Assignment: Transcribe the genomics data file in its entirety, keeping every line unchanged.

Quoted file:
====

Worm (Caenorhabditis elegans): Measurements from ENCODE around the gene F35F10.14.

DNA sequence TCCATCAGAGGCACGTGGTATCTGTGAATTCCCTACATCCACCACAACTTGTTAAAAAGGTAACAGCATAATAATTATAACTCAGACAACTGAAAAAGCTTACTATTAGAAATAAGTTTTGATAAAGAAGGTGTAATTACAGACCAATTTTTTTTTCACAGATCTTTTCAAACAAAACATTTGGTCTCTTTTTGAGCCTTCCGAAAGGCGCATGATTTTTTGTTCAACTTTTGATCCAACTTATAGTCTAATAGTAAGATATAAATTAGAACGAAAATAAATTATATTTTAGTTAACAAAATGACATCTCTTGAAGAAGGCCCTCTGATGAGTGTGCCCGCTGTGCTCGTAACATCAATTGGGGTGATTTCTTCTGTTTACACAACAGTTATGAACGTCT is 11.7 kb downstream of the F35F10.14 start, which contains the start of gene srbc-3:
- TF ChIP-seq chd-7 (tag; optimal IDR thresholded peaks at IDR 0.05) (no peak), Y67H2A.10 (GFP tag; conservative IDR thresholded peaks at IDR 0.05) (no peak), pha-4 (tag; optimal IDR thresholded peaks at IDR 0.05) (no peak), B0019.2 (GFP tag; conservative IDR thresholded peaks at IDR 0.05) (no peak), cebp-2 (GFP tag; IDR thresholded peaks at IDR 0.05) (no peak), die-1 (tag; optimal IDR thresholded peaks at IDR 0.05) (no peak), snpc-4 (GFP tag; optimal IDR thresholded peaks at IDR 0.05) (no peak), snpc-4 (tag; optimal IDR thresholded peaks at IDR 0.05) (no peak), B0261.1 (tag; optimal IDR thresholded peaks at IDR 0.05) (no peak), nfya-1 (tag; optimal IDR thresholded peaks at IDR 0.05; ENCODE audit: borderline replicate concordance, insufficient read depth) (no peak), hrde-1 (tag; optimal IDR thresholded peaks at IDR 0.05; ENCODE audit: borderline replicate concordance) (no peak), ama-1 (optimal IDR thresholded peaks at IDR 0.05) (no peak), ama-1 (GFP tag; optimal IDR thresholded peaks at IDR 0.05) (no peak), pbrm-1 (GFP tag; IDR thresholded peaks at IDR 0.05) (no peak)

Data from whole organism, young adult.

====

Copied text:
Worm (Caenorhabditis elegans): Measurements from ENCODE around the gene F35F10.14.

DNA sequence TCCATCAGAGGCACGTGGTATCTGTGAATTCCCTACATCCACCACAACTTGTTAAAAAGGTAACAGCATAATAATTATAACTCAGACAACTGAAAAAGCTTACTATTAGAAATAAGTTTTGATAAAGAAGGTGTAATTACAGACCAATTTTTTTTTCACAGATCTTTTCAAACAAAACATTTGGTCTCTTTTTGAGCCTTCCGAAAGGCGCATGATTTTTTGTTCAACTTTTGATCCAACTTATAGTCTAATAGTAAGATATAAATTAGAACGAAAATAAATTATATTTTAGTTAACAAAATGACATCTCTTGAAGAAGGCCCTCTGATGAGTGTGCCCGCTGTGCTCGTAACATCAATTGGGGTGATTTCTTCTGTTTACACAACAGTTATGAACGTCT is 11.7 kb downstream of the F35F10.14 start, which contains the start of gene srbc-3:
- TF ChIP-seq chd-7 (tag; optimal IDR thresholded peaks at IDR 0.05) (no peak), Y67H2A.10 (GFP tag; conservative IDR thresholded peaks at IDR 0.05) (no peak), pha-4 (tag; optimal IDR thresholded peaks at IDR 0.05) (no peak), B0019.2 (GFP tag; conservative IDR thresholded peaks at IDR 0.05) (no peak), cebp-2 (GFP tag; IDR thresholded peaks at IDR 0.05) (no peak), die-1 (tag; optimal IDR thresholded peaks at IDR 0.05) (no peak), snpc-4 (GFP tag; optimal IDR thresholded peaks at IDR 0.05) (no peak), snpc-4 (tag; optimal IDR thresholded peaks at IDR 0.05) (no peak), B0261.1 (tag; optimal IDR thresholded peaks at IDR 0.05) (no peak), nfya-1 (tag; optimal IDR thresholded peaks at IDR 0.05; ENCODE audit: borderline replicate concordance, insufficient read depth) (no peak), hrde-1 (tag; optimal IDR thresholded peaks at IDR 0.05; ENCODE audit: borderline replicate concordance) (no peak), ama-1 (optimal IDR thresholded peaks at IDR 0.05) (no peak), ama-1 (GFP tag; optimal IDR thresholded peaks at IDR 0.05) (no peak), pbrm-1 (GFP tag; IDR thresholded peaks at IDR 0.05) (no peak)

Data from whole organism, young adult.